Erin is a Bus and Heavy Truck expert with more than 30 years of engineering experience in product design and development of heavy trucks, motor homes, buses, and passenger cars.
Erin worked at Chrysler for ten years in a variety of engineering roles including Structures Engineer, Lead Engineer, and Customer Satisfaction Team Engineer. As a member of the minivan group, her focus included structures, vehicle impact, resident engineering, and Hybrid system integration.
Prior to joining Chrysler, Erin spent nearly a decade in engineering positions in the bus industry. She has direct experience with many of the largest bus manufacturers, including BlueBird, Thomas, Spartan Chassis and US Bus; during this time Erin was involved in body, chassis, brakes, structure, and interior design.
In addition to her experience designing and engineering buses and passenger cars, Erin also has 14 years in truck design and development, 12 years at Freightliner and 2 years at Marmon. In these positions she was involved in nearly every system of the vehicle including body, cab access, vehicle durability, sleeper design, clutch and shift controls, cooling, chassis, drive train application, battery mounting, restraints, vehicle application, aerodynamics, and steering systems. During this time she also was trained in driving heavy trucks.
Erin is a Mechanical Engineer, a registered Professional Engineer, and holds a patent for Energy Absorbing Front Frame Structures. She enjoys exploring the back country and working on her Jeeps.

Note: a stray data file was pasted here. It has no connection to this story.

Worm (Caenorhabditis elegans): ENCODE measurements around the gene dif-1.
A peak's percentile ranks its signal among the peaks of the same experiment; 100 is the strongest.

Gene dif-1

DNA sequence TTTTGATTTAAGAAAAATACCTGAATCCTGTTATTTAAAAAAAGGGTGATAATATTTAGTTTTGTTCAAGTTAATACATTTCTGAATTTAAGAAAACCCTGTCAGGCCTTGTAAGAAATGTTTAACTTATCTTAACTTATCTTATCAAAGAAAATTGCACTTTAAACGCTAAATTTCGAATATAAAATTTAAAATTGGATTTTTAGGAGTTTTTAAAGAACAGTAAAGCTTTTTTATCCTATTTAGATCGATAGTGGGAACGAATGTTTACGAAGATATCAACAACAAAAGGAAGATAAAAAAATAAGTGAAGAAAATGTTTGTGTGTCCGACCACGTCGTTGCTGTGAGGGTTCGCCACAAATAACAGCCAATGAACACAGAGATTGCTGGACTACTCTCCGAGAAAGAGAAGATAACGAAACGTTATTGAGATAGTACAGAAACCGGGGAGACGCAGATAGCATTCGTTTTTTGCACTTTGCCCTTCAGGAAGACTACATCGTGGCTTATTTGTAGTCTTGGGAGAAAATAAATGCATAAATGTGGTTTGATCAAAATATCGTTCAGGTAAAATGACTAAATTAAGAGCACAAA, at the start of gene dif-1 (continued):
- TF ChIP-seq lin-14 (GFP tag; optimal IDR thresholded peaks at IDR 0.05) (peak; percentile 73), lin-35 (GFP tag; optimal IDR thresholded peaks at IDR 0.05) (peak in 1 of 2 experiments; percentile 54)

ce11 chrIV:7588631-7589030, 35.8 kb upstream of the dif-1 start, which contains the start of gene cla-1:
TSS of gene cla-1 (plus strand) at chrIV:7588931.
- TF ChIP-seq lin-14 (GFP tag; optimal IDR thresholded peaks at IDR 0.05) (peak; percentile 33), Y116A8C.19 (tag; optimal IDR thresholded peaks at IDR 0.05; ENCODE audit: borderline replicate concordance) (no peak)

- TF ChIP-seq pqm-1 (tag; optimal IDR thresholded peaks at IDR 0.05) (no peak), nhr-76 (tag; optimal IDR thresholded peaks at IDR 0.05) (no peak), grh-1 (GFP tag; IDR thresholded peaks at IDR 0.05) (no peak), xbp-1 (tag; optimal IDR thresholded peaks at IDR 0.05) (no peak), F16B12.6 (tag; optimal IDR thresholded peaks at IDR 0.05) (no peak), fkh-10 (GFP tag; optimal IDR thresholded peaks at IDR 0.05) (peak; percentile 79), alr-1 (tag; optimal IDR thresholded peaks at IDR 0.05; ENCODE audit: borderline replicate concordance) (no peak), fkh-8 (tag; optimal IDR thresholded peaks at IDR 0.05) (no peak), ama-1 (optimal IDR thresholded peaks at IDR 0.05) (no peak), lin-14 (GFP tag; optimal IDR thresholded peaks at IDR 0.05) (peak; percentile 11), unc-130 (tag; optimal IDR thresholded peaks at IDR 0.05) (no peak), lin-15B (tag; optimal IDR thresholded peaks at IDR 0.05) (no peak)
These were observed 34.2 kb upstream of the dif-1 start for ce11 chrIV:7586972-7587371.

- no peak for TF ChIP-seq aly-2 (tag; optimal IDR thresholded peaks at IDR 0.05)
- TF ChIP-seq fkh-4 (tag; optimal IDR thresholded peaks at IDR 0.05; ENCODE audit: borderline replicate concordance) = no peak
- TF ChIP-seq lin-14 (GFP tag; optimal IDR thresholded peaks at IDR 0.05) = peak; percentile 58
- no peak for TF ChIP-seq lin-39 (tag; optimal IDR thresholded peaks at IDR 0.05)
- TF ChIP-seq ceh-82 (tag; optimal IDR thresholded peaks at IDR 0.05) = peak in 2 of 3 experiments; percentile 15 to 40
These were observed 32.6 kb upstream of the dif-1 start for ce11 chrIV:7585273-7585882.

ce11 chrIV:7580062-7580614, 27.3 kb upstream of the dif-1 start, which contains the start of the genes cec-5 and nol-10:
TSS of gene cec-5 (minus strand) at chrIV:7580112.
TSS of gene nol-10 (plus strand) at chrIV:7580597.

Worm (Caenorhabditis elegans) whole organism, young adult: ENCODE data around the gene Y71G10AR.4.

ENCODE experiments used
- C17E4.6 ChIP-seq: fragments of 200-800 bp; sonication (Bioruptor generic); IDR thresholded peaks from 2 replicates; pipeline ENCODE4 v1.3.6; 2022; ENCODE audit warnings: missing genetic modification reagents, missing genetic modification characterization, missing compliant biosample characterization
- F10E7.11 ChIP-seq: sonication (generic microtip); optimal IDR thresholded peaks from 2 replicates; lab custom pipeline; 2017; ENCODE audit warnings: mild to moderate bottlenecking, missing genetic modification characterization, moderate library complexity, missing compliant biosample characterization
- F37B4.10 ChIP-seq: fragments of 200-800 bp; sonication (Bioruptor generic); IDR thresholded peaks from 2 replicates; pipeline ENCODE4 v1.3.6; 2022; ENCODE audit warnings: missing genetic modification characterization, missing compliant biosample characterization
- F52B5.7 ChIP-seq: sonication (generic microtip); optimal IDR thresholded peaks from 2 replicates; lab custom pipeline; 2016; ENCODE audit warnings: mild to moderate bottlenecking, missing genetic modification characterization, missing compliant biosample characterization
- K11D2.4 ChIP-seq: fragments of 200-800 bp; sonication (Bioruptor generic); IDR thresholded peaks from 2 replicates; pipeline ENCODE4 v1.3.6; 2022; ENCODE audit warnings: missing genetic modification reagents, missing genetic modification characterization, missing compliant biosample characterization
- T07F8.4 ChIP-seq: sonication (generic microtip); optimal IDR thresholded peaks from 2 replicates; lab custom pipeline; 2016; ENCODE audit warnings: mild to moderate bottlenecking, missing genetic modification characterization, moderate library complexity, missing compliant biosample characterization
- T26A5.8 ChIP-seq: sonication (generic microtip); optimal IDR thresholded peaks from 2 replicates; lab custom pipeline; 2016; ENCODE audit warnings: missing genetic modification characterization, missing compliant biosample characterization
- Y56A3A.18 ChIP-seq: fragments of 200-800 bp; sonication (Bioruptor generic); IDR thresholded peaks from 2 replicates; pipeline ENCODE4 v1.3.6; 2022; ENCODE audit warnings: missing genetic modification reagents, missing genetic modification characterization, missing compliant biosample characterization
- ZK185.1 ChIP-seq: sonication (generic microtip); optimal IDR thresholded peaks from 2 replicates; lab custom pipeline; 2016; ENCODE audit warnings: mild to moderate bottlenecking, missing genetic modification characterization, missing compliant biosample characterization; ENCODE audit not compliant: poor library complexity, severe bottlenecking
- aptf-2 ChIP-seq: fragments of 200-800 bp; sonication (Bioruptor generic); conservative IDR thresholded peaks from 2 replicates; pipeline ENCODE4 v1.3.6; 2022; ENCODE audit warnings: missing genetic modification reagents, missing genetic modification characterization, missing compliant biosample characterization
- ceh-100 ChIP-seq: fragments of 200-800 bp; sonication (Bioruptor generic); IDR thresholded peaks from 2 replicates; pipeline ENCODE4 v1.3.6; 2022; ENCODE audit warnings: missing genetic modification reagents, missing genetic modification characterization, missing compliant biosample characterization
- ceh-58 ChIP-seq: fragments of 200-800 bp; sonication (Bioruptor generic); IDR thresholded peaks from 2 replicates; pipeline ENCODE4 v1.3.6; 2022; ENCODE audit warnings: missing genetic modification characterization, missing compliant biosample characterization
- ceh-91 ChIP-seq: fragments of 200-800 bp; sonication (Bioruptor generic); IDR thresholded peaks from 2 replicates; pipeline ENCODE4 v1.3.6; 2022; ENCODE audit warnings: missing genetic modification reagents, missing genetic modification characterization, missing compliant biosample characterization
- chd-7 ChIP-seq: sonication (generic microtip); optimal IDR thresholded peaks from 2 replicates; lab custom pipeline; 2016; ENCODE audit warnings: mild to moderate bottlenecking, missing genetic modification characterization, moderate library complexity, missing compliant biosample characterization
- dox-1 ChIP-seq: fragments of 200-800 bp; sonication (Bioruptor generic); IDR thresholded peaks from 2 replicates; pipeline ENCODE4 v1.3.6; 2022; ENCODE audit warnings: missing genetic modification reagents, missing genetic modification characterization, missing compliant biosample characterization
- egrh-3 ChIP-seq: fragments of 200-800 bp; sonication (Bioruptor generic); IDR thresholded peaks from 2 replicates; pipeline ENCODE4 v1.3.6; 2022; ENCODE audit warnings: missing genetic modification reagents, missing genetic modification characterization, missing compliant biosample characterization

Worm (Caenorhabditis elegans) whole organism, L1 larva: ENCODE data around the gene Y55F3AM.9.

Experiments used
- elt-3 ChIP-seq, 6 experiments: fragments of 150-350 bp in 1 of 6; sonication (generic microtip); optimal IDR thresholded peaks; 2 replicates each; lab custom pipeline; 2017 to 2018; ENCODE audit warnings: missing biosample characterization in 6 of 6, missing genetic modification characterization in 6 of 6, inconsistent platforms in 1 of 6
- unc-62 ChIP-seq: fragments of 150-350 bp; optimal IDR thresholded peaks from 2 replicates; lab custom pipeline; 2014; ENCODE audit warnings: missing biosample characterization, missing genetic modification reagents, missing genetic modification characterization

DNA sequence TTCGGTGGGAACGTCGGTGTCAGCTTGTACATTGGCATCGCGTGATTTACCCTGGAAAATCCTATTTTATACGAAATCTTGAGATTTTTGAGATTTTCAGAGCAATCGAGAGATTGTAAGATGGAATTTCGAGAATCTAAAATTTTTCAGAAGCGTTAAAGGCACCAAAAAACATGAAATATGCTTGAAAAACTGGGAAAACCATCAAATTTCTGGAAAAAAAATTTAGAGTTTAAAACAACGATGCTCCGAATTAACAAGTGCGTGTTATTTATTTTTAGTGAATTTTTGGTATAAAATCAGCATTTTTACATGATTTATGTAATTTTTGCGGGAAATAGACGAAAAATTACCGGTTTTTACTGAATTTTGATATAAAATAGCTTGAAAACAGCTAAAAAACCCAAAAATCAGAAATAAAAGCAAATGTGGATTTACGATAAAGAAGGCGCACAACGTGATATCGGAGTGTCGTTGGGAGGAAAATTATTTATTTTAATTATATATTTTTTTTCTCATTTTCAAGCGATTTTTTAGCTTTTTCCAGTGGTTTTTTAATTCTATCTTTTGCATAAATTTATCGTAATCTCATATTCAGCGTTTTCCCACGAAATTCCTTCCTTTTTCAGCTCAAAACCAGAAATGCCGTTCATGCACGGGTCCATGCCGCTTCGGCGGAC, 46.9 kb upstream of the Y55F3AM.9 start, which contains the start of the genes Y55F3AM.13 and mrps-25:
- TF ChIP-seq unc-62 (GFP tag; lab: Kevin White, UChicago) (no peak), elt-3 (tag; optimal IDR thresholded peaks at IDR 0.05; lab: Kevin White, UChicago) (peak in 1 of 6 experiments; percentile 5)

- Curriculum Vitae (CV)
- Truck Fires - Expert Analysis of Tractor Trailer Fuel Tanks
Truck fuel tanks look and function about the same now as they did 50 years ago. Aside for a modification that eliminated fuel lines from hanging at the lowest part of the vehicle, not much else has been modified.
In this article, vehicle engineer, Erin Shipp, P.E. takes a critical look at the design of modern heavy-truck fuel tanks and offers a safer alternative to reduce the liklihood of fuel-fed fires in trucking crashes.
View Full Article HERE
- Heavy Truck Crash Reconstruction - Expert Introduction
Most automobile crash reconstructions are performed using the Conservation of Inertia (COI) method. This method is acceptable and appropriate for similarly sized vehicles; however, as the difference in mass between the colliding vehicles grows (such as heavy truck-automobile collisions), the COI method becomes increasingly sensitive to uncertainties in impact and departure angles. Using the Conservation of Energy (COE) method may be more reliable in heavy truck-automobile crashes as it does not depend on the angles of impact and departure.
View Full Article HERE
- Trailer Collapse - Expert Tests Structure with Cardboard Analog
Throughout her career in design and development, Vehicle Engineer Erin Shipp, P.E. has used simple cardboard analogs to understand structures and how they fail. When she was retained for a case involving a Semi-Trailer that collapsed under the load of a forklift, she used a cardboard analog to simulate the failure.
View Full Case HERE